gms | German Medical Science

GMS Journal for Medical Education

Gesellschaft für Medizinische Ausbildung (GMA)

ISSN 2366-5017

How is the situation of women in leadership positions in medical education in Germany?

commentary equal opportunities

  • corresponding author Inga Hege - University of Augsburg, Faculty of Medicine, Medical Education Sciences, Augsburg, Germany
  • author Katrin Schüttpelz-Brauns - Heidelberg University, Medical Faculty Mannheim, Division for Study and Teaching Development, Medical Education Research Department, Mannheim, Germany
  • author Claudia Kiessling - Witten/Herdecke University, Faculty of Health, Education of Personal and Interpersonal Competencies in Health Care, Witten, Germany

GMS J Med Educ 2022;39(3):Doc36

doi: 10.3205/zma001557, urn:nbn:de:0183-zma0015572

This is the English version of the article.
The German version can be found at:

Received: January 22, 2022
Revised: April 20, 2022
Accepted: April 21, 2022
Published: July 15, 2022

© 2022 Hege et al.
This is an Open Access article distributed under the terms of the Creative Commons Attribution 4.0 License. See license information at


In Germany, about two thirds of students and doctoral candidates in medicine are female. The proportion is only about 35% for post-doctoral degrees and much lower for many leadership positions at medical schools and on medical education committees. Although reasons for this have long been known, changes are slow in coming. Therefore, with this commentary, we would like to shed light on the current situation regarding gender equality in Germany in medical education and identify and discuss measures. These include, for example, mentoring and networking programs as well as greater consideration of women in committees.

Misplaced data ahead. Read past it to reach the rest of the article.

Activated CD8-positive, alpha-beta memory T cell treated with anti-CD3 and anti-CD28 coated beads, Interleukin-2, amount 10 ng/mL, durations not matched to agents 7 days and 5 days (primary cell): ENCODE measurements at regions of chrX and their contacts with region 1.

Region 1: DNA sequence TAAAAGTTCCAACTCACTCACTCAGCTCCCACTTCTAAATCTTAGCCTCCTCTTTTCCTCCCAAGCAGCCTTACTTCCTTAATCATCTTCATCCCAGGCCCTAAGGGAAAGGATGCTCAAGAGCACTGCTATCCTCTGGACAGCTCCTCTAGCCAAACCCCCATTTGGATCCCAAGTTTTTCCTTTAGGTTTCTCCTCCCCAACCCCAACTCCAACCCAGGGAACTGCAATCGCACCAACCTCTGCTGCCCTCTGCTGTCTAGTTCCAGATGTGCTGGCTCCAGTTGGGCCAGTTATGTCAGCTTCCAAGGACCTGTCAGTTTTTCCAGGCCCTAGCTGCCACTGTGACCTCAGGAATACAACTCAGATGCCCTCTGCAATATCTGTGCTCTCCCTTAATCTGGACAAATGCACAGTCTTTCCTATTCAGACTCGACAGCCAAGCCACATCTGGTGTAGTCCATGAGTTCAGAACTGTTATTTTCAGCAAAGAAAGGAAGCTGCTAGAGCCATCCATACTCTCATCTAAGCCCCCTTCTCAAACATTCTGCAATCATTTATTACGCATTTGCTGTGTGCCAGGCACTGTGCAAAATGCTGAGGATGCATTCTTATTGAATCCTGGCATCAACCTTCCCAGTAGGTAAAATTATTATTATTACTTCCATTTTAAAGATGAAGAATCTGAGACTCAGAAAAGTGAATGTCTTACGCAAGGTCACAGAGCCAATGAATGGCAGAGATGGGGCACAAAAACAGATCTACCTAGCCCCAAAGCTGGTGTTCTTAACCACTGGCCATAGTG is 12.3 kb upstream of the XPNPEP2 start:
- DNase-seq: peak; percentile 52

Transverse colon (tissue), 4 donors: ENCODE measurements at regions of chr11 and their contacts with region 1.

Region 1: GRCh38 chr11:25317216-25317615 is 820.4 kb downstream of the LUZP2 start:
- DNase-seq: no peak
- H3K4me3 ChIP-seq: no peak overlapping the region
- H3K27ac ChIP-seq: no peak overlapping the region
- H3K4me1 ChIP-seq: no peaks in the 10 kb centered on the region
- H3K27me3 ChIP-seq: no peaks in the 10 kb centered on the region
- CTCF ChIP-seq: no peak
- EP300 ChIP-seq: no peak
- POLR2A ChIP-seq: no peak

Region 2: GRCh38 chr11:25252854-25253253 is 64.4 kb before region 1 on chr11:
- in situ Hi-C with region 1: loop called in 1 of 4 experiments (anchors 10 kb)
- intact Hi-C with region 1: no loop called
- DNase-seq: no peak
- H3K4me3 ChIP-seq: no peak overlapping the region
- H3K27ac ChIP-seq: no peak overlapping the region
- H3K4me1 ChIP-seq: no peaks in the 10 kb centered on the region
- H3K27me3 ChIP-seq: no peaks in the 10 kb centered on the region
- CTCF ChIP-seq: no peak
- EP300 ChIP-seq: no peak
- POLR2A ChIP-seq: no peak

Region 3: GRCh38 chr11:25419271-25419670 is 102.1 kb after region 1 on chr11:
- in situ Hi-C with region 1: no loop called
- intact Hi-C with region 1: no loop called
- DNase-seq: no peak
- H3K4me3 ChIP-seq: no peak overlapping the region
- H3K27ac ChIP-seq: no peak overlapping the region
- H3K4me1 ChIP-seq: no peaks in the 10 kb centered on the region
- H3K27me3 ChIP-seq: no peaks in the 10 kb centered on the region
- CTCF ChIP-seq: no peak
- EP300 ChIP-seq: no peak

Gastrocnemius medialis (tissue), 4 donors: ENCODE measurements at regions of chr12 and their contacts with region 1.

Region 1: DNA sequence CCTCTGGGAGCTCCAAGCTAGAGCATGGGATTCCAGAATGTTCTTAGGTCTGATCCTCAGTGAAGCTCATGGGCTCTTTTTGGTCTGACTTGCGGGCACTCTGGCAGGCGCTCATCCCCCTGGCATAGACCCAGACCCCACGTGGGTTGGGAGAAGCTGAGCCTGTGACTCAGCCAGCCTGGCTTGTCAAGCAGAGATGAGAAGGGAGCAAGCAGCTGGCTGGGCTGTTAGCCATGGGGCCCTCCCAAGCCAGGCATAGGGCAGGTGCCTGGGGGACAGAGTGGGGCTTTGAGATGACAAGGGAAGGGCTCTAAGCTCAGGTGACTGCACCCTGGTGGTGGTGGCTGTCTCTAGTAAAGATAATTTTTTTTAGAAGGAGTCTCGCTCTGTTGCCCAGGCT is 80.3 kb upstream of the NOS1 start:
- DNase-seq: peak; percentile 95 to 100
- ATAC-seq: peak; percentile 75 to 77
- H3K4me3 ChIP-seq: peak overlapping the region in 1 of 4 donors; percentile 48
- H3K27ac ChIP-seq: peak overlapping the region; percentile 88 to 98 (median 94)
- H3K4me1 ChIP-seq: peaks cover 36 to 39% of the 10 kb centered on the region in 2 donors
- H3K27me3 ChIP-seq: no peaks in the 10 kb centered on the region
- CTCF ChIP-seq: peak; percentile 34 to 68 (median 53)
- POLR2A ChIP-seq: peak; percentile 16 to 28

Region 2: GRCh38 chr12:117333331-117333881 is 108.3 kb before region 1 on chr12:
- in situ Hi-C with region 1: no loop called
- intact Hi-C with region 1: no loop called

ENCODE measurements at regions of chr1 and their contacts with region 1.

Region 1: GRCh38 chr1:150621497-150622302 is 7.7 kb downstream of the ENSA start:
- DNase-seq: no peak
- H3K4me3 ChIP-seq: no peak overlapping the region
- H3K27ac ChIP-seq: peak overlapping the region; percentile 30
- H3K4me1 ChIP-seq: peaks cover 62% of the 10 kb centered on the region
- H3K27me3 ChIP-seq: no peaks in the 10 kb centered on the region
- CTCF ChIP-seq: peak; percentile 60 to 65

Keywords: gender equality, mentoring, medical education


“After all, there are no suitable women” is still a common response when it comes to filling committees and leadership positions in medicine or medical education.

Like in many other countries, more female than male students study medicine in German-speaking countries. For example, in the winter term 2020/2021, around two thirds of the approximately 100,000 medical students in Germany were female [1]. A similar distribution can be seen in the number of doctorates in medicine [2]. However, in 2020, the proportion of female habilitation candidates was only 35% [3], and the proportion of women holding professorships in Germany continues to be below 30% across all disciplines [4], [5]. The “gender pay gap” has also improved slightly in the recent years to an average of 18% but is still above the EU average of 15%. In the health and social care sector, the gender pay gap is with 24% [6] even larger and is also present in the salaries of professors in Germany [7].